About the
Nicaragua: Surviving the Legacy of U.S. Policy Project

 

In the 1980s, popular movements in Central America attempted to democratize their societies and to direct a larger portion of each country's resources, in the form of food, housing, health care, and education, toward the well-being of the poor majority; at the same time the U.S. government, under the banner of peace, freedom, and democracy, sponsored wars that blocked local efforts for change. Two decades later, the poor of Central America continue to experience the effects of these wars and to struggle for basic subsistence with little hope that their children will have schools, health care, or even adequate nutrition. Many U.S. citizens still do not recognize the role the U.S. government played in stopping these movements towards democracy.

From early 1985 through mid 1990, Paul Dix used his camera to document the effects of the U.S.-funded Contra War on the poor of Nicaragua. In 2002, from the thousands he had photographed, Paul selected approximately 100 Nicaraguans for follow-up. He and Pam Fitzpatrick had amazing luck when they returned to Nicaragua on four separate trips for a total of seventeen months, and located nearly all of these individuals. They were able to share the earlier photos with family members, take new photographs and record testimonies.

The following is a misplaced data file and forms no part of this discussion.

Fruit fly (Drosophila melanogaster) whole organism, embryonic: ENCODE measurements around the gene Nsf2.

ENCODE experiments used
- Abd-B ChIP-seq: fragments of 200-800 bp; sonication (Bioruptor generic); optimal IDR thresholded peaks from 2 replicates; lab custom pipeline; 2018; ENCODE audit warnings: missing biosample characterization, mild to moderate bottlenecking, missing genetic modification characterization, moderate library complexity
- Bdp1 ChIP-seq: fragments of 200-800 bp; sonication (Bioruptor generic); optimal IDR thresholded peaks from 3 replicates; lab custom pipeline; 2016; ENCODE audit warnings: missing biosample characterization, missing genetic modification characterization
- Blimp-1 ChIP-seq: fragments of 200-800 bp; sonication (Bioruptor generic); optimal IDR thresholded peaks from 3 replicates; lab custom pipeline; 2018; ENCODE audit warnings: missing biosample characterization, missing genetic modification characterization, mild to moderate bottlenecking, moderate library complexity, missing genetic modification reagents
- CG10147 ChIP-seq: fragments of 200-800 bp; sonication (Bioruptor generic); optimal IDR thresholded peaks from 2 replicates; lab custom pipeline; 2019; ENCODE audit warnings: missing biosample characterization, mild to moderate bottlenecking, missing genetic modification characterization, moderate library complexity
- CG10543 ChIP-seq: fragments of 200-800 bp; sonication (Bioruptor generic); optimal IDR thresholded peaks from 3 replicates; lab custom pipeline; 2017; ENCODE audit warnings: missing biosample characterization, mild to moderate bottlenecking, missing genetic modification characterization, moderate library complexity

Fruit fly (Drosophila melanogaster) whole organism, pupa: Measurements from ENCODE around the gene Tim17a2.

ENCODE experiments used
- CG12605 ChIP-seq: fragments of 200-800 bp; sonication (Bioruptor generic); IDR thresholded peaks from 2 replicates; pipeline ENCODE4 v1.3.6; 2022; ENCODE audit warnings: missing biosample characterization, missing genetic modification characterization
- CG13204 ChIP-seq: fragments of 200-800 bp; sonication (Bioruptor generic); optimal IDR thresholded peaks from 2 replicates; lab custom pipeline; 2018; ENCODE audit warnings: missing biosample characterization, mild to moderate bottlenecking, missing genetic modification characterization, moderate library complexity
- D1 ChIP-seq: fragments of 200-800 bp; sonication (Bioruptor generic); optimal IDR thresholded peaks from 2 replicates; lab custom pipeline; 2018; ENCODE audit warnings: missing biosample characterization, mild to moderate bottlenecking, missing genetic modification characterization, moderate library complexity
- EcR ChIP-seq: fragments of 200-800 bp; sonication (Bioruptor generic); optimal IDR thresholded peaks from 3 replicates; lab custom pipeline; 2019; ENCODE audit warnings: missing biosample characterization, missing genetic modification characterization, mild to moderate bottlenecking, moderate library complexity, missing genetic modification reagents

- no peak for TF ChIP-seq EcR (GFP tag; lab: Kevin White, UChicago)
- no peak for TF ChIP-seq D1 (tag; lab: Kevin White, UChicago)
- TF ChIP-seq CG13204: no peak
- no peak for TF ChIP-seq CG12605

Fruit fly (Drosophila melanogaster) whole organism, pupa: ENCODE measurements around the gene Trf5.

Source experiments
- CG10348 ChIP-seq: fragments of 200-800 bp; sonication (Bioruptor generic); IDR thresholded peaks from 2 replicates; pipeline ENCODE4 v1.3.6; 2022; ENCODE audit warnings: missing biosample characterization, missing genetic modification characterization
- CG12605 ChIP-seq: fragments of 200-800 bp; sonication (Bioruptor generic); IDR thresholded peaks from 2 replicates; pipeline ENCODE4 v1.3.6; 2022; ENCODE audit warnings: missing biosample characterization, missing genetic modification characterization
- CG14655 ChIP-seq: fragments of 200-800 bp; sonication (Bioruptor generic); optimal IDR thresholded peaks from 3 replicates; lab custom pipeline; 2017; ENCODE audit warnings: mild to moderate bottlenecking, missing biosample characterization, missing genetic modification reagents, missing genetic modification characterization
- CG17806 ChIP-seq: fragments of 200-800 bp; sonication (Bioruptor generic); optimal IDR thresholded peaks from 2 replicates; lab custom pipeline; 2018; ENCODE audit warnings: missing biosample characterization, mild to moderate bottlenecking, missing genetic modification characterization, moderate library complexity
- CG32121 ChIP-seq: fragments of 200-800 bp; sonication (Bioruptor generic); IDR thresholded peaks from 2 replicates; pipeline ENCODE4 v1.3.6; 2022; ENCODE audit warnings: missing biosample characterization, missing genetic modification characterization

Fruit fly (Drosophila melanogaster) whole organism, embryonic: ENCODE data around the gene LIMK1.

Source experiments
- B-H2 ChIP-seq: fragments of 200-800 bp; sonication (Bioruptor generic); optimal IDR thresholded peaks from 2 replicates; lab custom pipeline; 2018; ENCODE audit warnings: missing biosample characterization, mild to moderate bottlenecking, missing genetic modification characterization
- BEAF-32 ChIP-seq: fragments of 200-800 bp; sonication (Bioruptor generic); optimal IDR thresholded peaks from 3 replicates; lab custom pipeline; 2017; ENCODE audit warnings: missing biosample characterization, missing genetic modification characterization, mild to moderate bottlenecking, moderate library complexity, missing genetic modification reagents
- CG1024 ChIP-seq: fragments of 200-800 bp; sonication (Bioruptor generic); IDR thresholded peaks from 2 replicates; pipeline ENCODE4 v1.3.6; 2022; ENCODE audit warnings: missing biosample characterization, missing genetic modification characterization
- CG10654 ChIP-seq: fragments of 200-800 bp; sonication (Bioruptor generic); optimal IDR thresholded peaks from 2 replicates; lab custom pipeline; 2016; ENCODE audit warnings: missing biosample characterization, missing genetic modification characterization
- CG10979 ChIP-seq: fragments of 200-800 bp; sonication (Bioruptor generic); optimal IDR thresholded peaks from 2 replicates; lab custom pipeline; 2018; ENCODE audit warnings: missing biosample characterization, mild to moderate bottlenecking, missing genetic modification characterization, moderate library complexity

Paul and Pam shared this material in colleges across the U.S. for two academic years and have put their material into book form. Their bilingual book includes photos and testimonies from approximately thirty of the nearly one hundred Nicaraguans they re-contacted.

This website shares a few of the photos that are included in this book. To order the book click here.

Please see the Links page to contact organizations concerned about the people of Nicaragua.